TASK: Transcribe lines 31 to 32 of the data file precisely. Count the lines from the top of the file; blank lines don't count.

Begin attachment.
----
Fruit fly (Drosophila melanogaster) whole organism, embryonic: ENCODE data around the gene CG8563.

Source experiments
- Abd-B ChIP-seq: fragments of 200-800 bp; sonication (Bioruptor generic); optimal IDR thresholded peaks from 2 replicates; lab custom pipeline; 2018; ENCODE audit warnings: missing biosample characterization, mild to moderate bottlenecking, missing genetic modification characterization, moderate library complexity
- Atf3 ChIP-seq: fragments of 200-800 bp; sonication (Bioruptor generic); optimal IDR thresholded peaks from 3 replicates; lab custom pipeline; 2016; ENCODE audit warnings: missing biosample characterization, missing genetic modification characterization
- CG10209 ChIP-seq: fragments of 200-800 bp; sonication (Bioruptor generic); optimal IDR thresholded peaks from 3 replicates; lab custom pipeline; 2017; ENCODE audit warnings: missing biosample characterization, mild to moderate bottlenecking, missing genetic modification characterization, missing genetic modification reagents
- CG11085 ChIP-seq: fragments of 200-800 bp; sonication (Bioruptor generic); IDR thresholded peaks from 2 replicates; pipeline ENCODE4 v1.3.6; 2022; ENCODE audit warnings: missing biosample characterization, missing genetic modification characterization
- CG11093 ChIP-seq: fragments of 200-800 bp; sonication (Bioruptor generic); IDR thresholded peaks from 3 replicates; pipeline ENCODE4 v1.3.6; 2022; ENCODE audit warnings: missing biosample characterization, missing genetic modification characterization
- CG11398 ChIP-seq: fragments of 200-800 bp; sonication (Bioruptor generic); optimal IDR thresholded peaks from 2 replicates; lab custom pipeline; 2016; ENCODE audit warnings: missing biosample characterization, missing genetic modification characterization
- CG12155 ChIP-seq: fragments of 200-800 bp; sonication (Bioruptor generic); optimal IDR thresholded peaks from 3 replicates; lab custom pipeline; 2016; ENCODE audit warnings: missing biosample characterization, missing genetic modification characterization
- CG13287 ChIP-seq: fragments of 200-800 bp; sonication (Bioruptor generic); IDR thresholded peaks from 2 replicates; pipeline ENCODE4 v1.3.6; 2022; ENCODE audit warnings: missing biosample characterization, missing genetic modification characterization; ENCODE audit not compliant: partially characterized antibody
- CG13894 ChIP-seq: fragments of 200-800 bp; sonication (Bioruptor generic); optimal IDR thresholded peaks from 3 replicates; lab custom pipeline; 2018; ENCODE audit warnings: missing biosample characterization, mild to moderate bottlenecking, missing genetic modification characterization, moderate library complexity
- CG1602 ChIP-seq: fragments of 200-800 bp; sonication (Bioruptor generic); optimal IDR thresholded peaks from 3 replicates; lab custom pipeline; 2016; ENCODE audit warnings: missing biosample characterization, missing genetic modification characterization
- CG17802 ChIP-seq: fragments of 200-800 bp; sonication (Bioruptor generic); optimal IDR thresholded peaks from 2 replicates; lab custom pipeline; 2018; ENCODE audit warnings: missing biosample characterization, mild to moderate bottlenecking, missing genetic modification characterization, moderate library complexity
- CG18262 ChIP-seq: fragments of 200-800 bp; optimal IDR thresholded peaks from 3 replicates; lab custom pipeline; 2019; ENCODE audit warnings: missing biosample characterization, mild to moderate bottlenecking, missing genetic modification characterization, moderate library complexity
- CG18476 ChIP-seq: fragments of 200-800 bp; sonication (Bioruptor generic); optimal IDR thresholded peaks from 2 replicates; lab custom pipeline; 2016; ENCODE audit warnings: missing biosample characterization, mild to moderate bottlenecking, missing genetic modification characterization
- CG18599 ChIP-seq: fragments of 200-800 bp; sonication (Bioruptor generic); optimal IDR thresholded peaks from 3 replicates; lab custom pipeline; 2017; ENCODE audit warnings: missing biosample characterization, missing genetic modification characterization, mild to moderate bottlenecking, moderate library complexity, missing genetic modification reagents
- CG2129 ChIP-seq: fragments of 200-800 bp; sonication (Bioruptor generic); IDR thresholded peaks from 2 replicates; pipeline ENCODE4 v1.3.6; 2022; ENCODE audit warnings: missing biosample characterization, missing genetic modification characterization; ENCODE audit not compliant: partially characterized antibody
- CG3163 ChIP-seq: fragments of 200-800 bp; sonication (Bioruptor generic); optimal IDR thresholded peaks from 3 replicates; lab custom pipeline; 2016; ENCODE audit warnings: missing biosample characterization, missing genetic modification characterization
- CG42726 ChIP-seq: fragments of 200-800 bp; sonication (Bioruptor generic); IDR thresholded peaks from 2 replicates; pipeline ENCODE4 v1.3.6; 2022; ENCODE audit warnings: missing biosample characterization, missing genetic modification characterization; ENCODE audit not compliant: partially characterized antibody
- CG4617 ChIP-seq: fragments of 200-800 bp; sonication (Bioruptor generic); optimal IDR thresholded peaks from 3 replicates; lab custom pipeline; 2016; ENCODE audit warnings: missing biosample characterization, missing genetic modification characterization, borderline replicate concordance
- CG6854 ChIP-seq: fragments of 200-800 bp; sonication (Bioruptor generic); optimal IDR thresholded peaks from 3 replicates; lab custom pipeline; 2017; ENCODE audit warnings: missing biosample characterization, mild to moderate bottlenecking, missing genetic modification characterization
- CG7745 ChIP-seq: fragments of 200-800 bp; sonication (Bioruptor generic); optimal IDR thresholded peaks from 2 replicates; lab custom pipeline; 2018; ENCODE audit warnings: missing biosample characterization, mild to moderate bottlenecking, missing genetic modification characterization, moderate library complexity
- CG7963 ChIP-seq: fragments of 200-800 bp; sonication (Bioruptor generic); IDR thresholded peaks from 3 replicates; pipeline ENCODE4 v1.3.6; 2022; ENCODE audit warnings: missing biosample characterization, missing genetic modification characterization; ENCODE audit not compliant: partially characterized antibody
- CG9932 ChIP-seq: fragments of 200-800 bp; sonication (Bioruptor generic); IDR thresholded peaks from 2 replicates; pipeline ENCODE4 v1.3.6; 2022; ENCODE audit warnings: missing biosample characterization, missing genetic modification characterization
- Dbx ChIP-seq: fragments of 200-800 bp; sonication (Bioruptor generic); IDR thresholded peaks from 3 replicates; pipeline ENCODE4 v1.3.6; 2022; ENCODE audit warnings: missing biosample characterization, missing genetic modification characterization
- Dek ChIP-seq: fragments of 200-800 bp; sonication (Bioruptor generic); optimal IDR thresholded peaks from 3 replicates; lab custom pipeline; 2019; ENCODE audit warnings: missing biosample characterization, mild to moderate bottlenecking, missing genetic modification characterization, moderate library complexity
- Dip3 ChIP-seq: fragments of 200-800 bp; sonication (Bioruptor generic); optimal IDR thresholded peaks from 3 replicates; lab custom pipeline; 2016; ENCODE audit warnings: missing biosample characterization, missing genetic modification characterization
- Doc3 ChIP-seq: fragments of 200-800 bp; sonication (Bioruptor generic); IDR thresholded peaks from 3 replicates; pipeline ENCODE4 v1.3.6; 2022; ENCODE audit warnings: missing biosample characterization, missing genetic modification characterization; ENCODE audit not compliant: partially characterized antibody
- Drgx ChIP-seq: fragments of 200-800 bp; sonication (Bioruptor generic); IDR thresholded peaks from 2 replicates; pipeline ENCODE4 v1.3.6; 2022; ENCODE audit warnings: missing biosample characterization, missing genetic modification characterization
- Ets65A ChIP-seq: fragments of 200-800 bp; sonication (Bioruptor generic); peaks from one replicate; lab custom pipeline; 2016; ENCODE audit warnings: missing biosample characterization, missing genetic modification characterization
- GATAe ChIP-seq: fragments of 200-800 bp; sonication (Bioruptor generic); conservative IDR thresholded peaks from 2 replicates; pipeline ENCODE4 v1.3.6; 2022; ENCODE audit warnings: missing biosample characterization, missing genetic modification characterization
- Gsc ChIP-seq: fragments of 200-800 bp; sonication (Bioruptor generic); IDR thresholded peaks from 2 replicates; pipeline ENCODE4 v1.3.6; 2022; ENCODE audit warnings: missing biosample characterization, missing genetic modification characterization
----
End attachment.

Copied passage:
- GATAe ChIP-seq: fragments of 200-800 bp; sonication (Bioruptor generic); conservative IDR thresholded peaks from 2 replicates; pipeline ENCODE4 v1.3.6; 2022; ENCODE audit warnings: missing biosample characterization, missing genetic modification characterization
- Gsc ChIP-seq: fragments of 200-800 bp; sonication (Bioruptor generic); IDR thresholded peaks from 2 replicates; pipeline ENCODE4 v1.3.6; 2022; ENCODE audit warnings: missing biosample characterization, missing genetic modification characterization